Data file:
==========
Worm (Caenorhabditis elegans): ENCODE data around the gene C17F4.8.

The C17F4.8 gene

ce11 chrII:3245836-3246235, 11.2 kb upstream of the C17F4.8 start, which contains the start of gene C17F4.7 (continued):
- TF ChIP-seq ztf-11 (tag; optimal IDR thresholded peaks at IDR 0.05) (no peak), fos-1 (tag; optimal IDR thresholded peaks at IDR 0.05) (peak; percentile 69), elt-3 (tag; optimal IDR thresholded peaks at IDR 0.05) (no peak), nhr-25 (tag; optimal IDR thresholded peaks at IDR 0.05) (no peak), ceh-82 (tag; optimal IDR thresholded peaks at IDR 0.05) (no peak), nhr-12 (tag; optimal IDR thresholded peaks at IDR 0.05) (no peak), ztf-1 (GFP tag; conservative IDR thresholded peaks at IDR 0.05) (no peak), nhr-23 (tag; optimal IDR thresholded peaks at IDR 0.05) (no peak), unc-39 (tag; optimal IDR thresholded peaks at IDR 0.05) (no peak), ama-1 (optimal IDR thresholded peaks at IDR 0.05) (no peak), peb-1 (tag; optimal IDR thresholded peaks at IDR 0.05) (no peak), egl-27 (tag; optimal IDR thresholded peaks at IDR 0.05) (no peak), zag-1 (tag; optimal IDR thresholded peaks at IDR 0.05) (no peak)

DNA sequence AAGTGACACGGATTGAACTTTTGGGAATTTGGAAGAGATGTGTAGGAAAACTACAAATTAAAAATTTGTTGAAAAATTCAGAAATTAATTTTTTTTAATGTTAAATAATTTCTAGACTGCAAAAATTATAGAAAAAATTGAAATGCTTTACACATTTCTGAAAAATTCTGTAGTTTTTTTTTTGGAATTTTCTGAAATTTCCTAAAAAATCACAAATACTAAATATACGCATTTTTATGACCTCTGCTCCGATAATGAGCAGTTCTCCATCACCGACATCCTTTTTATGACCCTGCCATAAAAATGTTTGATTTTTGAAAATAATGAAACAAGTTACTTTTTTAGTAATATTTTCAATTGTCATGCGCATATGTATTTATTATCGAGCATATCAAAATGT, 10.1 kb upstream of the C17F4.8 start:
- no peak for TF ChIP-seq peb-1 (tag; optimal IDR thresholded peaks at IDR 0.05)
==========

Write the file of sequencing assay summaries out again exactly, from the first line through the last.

Worm (Caenorhabditis elegans): ENCODE data around the gene C17F4.8.

The C17F4.8 gene

ce11 chrII:3245836-3246235, 11.2 kb upstream of the C17F4.8 start, which contains the start of gene C17F4.7 (continued):
- TF ChIP-seq ztf-11 (tag; optimal IDR thresholded peaks at IDR 0.05) (no peak), fos-1 (tag; optimal IDR thresholded peaks at IDR 0.05) (peak; percentile 69), elt-3 (tag; optimal IDR thresholded peaks at IDR 0.05) (no peak), nhr-25 (tag; optimal IDR thresholded peaks at IDR 0.05) (no peak), ceh-82 (tag; optimal IDR thresholded peaks at IDR 0.05) (no peak), nhr-12 (tag; optimal IDR thresholded peaks at IDR 0.05) (no peak), ztf-1 (GFP tag; conservative IDR thresholded peaks at IDR 0.05) (no peak), nhr-23 (tag; optimal IDR thresholded peaks at IDR 0.05) (no peak), unc-39 (tag; optimal IDR thresholded peaks at IDR 0.05) (no peak), ama-1 (optimal IDR thresholded peaks at IDR 0.05) (no peak), peb-1 (tag; optimal IDR thresholded peaks at IDR 0.05) (no peak), egl-27 (tag; optimal IDR thresholded peaks at IDR 0.05) (no peak), zag-1 (tag; optimal IDR thresholded peaks at IDR 0.05) (no peak)

DNA sequence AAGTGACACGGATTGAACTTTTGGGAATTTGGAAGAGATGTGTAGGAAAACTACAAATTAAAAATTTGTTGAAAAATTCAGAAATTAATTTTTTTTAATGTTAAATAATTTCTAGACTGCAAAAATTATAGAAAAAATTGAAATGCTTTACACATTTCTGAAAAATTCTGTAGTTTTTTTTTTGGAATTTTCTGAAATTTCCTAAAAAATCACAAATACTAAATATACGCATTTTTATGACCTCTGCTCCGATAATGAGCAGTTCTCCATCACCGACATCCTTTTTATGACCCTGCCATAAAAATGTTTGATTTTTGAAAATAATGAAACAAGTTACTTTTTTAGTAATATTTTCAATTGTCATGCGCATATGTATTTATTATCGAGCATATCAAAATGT, 10.1 kb upstream of the C17F4.8 start:
- no peak for TF ChIP-seq peb-1 (tag; optimal IDR thresholded peaks at IDR 0.05)